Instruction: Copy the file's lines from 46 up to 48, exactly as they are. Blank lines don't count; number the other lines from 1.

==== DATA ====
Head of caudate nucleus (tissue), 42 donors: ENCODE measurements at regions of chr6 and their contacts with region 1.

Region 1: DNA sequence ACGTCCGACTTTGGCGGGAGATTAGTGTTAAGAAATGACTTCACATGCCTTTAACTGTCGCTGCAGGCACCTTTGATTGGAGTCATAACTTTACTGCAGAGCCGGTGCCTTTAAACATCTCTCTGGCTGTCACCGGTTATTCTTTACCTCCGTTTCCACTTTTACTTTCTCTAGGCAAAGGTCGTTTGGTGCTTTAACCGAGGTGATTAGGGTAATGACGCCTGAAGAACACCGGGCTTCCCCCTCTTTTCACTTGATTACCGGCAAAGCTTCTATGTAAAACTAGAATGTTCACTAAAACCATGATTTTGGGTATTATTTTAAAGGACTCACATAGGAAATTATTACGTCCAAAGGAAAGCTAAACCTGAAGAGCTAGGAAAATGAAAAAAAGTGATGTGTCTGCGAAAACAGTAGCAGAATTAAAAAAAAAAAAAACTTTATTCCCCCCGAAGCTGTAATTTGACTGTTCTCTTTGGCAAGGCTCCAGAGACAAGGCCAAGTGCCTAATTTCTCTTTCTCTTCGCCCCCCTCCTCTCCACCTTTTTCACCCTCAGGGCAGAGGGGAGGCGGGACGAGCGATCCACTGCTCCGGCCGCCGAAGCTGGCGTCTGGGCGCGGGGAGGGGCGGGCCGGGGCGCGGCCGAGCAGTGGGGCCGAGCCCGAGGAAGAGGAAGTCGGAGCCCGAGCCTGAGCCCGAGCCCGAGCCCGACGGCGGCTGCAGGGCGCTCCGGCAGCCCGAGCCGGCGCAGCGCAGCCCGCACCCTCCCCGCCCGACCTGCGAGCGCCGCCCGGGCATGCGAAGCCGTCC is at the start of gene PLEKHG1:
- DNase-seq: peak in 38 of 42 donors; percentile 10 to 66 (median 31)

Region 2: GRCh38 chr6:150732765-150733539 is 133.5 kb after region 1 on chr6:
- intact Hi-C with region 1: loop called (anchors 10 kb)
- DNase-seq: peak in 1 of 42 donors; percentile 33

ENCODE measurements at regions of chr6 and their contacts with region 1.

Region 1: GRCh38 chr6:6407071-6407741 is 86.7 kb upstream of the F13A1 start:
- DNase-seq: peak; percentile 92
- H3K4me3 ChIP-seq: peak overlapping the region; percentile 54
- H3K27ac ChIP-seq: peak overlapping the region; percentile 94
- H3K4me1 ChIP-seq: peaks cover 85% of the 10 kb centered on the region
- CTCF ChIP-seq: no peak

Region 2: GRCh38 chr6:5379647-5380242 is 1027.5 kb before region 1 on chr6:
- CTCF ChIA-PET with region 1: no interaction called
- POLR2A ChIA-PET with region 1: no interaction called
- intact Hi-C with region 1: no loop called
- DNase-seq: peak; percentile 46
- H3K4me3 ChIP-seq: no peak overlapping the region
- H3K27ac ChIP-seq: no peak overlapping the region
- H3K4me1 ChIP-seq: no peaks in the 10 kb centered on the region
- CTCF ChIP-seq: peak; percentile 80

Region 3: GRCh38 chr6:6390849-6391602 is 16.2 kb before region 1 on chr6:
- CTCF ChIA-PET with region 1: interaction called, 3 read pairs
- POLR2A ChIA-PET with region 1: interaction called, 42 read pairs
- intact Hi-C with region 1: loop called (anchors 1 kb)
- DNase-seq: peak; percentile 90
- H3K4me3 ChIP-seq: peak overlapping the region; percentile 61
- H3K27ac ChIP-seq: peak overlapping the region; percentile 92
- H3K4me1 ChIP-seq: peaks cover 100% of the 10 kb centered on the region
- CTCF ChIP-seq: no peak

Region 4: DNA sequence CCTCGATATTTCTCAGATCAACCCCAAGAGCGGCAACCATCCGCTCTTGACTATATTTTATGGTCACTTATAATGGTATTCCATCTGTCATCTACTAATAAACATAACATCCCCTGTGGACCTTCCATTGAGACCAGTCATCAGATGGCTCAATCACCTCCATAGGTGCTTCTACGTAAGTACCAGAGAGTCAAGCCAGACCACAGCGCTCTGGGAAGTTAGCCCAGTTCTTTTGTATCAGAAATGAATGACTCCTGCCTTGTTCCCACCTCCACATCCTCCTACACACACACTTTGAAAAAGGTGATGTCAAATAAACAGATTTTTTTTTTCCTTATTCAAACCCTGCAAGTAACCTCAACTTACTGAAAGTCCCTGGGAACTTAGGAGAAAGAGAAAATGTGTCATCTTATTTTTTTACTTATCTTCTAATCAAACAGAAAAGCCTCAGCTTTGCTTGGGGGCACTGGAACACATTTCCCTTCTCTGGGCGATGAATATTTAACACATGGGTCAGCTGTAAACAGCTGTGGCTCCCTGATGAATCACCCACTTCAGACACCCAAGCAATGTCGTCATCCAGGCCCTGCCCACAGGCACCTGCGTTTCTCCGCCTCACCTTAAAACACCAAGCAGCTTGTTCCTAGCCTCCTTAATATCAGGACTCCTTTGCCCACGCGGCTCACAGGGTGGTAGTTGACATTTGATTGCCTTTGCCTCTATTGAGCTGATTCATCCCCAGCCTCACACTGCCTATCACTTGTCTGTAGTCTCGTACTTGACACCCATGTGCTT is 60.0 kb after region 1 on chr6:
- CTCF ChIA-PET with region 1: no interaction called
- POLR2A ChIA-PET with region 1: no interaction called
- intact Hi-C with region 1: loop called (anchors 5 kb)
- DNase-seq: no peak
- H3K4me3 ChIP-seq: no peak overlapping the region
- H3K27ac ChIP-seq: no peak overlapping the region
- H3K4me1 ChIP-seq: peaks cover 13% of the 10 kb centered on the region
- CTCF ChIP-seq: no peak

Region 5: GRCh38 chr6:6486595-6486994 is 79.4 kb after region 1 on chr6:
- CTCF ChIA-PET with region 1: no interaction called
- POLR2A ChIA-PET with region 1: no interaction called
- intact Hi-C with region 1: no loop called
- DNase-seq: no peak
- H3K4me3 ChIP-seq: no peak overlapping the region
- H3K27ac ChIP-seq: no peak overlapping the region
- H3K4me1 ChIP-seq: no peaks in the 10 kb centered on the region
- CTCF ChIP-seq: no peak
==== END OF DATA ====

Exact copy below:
- H3K4me3 ChIP-seq: no peak overlapping the region
- H3K27ac ChIP-seq: no peak overlapping the region
- H3K4me1 ChIP-seq: no peaks in the 10 kb centered on the region